Coalition faces internal e-safety dissent



blog Remember how the new Coalition Federal Government issued a detailed discussion paper in mid-January canvassing various options through which it can deal with the issue of children’s safety on the Internet, including the potential establishment of a children’s e-safety commissioner? Of course you do. After all, shortly after the policy came out, a clutch of companies including Microsoft, Yahoo!7, Facebook, Freelancer, eBay, Google and Twitter came out to oppose the policy. Well, now Malcolm Turnbull’s Parliamentary Secretary Paul Fletcher, who is spearheading the policy, is facing opposition from a new front: Coalition MPs. The Sydney Morning Herald quotes Liberal MP and deputy chair of the last Parliament’s cyber-safety committee Alex Hawke (we recommend you click here for the full article):

“We heard a lot of evidence in the last Parliament,” he says. “Industry groups, education groups, parents groups and academics were all saying that [an online ombudsman] might sound nice in theory but, in practice, it’s too slow, too reactive and ultimately not going to work.”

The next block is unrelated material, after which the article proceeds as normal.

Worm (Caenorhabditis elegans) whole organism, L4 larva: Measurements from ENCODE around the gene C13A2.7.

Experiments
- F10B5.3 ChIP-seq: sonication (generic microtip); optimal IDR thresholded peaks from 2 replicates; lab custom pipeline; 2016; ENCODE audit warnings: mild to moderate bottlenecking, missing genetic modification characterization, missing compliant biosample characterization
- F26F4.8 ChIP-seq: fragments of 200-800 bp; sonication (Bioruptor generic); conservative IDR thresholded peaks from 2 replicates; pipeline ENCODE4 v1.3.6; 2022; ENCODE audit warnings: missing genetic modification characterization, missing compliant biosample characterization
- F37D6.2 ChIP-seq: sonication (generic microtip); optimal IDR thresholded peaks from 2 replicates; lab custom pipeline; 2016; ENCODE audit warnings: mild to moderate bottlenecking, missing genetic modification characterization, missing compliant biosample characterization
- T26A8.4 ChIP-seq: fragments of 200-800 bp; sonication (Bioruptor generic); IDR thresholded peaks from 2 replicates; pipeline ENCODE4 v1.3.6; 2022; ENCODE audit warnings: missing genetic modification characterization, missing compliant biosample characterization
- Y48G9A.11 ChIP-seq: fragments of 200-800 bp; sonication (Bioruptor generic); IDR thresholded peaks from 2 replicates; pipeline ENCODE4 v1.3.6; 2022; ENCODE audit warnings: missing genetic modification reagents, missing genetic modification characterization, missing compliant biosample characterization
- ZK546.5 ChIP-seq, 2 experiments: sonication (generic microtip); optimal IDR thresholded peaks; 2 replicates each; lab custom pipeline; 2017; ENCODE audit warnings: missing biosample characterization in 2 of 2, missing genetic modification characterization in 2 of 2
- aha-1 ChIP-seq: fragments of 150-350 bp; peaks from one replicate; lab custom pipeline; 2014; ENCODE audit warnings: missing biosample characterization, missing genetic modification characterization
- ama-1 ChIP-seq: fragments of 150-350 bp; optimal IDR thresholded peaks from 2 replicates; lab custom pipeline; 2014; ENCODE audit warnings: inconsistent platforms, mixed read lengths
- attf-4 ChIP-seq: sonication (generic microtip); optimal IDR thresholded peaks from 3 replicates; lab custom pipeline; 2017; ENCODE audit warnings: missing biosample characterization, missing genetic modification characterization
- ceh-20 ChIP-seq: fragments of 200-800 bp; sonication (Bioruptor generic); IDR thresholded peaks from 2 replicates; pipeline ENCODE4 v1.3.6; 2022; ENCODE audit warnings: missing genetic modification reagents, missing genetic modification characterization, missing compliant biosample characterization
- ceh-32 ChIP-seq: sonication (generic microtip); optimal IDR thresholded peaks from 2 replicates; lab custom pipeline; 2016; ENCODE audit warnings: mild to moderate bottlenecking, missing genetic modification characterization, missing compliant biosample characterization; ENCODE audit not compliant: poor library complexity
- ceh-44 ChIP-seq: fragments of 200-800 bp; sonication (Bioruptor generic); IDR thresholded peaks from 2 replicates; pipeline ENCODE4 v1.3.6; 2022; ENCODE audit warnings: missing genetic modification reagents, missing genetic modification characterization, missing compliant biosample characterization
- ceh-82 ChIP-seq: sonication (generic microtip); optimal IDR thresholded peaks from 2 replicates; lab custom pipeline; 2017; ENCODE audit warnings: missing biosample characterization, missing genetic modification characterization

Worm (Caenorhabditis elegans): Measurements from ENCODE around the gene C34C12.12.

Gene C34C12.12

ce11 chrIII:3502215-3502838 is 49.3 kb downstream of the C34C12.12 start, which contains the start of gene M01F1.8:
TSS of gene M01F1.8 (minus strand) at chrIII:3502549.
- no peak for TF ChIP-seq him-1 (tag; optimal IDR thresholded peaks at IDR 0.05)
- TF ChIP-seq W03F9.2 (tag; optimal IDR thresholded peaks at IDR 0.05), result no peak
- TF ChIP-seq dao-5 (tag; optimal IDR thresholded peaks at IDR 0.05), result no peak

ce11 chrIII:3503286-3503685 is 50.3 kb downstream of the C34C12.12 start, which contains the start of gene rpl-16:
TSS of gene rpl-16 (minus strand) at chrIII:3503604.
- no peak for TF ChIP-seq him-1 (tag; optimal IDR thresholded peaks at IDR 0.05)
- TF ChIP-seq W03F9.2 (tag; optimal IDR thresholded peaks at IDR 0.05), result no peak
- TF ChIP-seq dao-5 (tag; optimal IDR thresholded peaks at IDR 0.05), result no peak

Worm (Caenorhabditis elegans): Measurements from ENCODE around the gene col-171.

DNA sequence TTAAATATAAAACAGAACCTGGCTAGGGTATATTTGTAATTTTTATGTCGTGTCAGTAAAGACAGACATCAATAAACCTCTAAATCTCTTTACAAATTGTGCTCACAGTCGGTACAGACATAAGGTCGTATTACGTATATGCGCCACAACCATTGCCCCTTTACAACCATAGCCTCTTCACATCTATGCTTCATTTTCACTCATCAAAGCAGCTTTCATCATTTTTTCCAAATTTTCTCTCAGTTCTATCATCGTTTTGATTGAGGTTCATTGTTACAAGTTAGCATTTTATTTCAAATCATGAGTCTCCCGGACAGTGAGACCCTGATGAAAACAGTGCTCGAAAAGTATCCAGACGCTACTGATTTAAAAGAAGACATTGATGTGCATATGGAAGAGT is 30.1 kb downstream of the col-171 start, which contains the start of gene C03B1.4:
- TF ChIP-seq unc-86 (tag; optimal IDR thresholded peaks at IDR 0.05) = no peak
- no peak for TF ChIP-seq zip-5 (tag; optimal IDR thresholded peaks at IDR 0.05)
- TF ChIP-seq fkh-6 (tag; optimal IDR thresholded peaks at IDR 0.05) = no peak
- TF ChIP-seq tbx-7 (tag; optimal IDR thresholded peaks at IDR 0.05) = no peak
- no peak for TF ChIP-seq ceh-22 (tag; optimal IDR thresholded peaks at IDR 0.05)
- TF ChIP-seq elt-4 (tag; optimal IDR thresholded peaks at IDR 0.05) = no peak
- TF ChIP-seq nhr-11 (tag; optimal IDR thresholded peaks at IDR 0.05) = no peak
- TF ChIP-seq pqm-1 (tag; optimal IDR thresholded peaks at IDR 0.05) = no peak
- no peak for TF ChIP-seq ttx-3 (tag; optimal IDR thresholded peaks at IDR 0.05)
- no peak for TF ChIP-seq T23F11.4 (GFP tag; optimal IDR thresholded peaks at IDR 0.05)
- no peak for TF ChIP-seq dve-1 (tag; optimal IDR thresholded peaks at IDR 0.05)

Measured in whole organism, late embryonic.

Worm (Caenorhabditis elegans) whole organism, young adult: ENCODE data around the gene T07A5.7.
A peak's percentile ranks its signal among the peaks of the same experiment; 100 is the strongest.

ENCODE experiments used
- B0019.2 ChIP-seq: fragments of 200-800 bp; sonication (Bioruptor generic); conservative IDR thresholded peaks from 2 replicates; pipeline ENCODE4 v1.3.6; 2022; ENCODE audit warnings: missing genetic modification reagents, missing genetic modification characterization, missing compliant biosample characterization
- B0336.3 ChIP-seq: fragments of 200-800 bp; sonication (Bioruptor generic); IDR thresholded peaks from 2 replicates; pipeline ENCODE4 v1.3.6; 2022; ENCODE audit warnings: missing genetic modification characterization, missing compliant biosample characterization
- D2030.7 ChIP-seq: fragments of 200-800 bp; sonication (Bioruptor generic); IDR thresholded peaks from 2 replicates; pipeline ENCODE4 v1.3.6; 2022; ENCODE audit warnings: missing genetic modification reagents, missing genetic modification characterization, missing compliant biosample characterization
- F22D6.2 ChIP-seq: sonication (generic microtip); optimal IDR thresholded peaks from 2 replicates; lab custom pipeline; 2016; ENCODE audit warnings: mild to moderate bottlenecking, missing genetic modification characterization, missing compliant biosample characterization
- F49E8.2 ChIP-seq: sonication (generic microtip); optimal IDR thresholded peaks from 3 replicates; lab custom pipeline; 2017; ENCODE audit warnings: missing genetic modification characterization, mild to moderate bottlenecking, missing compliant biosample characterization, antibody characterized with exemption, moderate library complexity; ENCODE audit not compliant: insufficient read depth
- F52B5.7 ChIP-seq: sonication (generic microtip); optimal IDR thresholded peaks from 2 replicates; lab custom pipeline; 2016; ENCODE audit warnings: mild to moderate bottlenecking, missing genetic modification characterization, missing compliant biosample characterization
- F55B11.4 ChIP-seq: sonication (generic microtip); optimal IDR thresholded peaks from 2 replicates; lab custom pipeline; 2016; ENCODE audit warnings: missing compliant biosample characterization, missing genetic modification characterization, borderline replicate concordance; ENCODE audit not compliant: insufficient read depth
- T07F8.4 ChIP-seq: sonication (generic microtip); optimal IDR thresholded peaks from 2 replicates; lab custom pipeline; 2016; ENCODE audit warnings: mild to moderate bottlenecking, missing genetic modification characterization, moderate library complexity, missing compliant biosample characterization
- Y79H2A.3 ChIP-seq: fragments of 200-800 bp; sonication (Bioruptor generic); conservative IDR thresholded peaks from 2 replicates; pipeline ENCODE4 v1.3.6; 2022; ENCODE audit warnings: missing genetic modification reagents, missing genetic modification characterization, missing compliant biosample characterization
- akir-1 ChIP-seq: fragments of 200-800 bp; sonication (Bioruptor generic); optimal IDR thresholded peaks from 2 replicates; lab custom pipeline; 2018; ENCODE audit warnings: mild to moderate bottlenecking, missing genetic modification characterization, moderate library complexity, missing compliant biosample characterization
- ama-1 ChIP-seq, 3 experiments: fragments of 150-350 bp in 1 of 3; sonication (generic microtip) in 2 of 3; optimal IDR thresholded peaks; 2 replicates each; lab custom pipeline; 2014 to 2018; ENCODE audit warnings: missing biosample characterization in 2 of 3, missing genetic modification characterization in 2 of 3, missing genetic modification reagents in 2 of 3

Ultimately it’s not a surprise that Fletcher has been unable to get this one across the line without attracting the kind of attention the current Abbott Government — which yesterday watched as tens of thousands of people right around Australia protested its very legitimacy — can do without. After all, we’re talking about the very same MP here who famously attracted national attention by bungling the launch of the policy before the Federal Election by launching it with a revamp of Labor’s dumped Internet filter plan.

Plus, as even normally Liberal-friendly stakeholders such as new Human Rights Commissioner Tim Wilson and the Institute for Public Affairs have pointed out, on policy grounds the proposal is a dud. What this adds up to is a bungled policy attempting to solve a problem that doesn’t really exist, promulgated by an MP who bungled its launch and has not been able to get his party 100 percent on side. Not precisely a recipe for success.

Alex Hawke, on the other hand, has demonstrated a large amount of common sense over the years when it comes to technology policy. Those with long memories will remember that Hawke was one of the core group of Liberal MPs who convinced the Coalition’s Shadow Cabinet to oppose Labor’s Internet filter back in 2009. Three years later, he appears to still have a calm head when it comes to the issue of regulating the Internet. It’s a pity more politicians can’t say the same.

Image credit: Still from Gladiator


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